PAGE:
'India has much to offer'

PHOTO: 'India has much to offer'

Indian Finance Minister P. Chidambaram has urged the Indian diaspora to invest in the country and seize the opportunities that the nation of 1.3 billion people offers.

Mr Chidambaram was speaking on Day 1 of the South Asian Diaspora Convention (SADC) held in Singapore from Nov 21-22. He said no other country in the world requires as much investment in every field as India does. In infrastructure alone, the country's 12th plan, which runs from 2012 to 2017, envisages an investment of US$1 trillion, half of which is expected to come from the private sector.

He highlighted that India can offer the investor a variety of opportunities like "government securities, corporate bonds, mutual funds, infrastructure development funds", along with a clutch of projects in oil and gas sectors "that will welcome strategic investments", besides investments in sectors such as energy, airport, power, manufacturing, etc.

In an emphatic declaration, the finance minister also said that his hope is that more and more Indians will also look at investment opportunities outside the country, which in turn would propel the country's image as a state that promotes and engages in mutually beneficial business and financial opportunities.

Mr Chidambaram's session on Nov 21 was chaired by Singapore's Deputy Prime Minister and Minister for Finance Tharman Shanmugaratnam.

Mr Chidambaram also stressed the importance of the diaspora to the Indian economy. This diaspora has an estimated wealth of US$1 trillion. He spoke of the various bodies the Indian government has set up to facilitate better interaction and stronger ties with the diaspora like the Ministry of Overseas Indian Affairs and the Overseas Indian Facilitation Centre (OIFC), set up in 2007 by the government together with the Confederation of Indian Industry to facilitate the investment needs of overseas Indians.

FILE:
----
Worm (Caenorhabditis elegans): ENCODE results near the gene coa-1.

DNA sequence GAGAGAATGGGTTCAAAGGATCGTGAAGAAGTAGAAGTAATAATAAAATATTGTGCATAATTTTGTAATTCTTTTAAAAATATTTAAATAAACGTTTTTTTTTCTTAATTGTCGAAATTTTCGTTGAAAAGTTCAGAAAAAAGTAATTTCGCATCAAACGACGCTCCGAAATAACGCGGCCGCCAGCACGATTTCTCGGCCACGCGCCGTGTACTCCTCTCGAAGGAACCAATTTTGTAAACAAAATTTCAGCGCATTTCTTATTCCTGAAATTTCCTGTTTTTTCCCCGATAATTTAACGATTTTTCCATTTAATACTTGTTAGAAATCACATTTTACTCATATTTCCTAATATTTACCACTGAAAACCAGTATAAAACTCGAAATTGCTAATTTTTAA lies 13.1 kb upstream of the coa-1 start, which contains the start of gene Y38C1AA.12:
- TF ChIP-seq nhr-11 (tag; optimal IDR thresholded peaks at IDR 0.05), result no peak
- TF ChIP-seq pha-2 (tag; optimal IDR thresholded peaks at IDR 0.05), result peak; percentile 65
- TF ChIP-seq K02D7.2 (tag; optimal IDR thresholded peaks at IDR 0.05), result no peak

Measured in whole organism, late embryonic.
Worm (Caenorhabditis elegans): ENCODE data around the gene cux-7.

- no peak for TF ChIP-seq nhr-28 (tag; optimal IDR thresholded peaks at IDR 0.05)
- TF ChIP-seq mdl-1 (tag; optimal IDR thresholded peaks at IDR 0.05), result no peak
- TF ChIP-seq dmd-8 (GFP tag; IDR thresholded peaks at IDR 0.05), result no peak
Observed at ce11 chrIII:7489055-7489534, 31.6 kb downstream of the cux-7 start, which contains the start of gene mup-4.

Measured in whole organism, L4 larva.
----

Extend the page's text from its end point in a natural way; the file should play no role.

Despite the recent slowdown and fall of the Indian rupee, the Indian finance minister seemed optimistic about the country's growth and development in the coming years. He asked for diaspora involvement with India and urged them to be a part of "an unfolding India story - that would make India the third largest economy in the world by the year 2030".

Meanwhile, in a session titled Cross Border Regulations and Access to Financial Markets, DBS Bank chief executive officer Piyush Gupta urged Indian regulators to reduce red tape which he believed would allow companies to raise capital from overseas markets. He also asked for a relaxation in restrictions on foreign banks' entry into India.

Other speakers at this session were Singapore Exhange chief executive Magnus Bocker, Institute of South Asian Studies (ISAS) research head S. Narayan and Securities and Exchange Board of India chairman UK Sinha.

The SADC, organised by ISAS, was attended by business leaders and political heads from India and Singapore.

The two days of discourse also featured a literary session where authors like Meira Chand, Tahmima Anam, Nury Vittachi, Romesh Gunesekera and Professor Shirley Chew spoke on the role of diasporic writers in examining the migrant experience.

ISAS also signed a memorandum of understanding with Brookings India, a research organisation, at the SADC. With the signing, ISAS and Brookings India will collaborate on research in areas such as international trade and economics, India-China comparative studies, international relations and India's energy security options.

The two organisations will also work jointly on bilateral seminars, symposiums and panel discussions on regional and global issues.

ankitav@sph.com.sg


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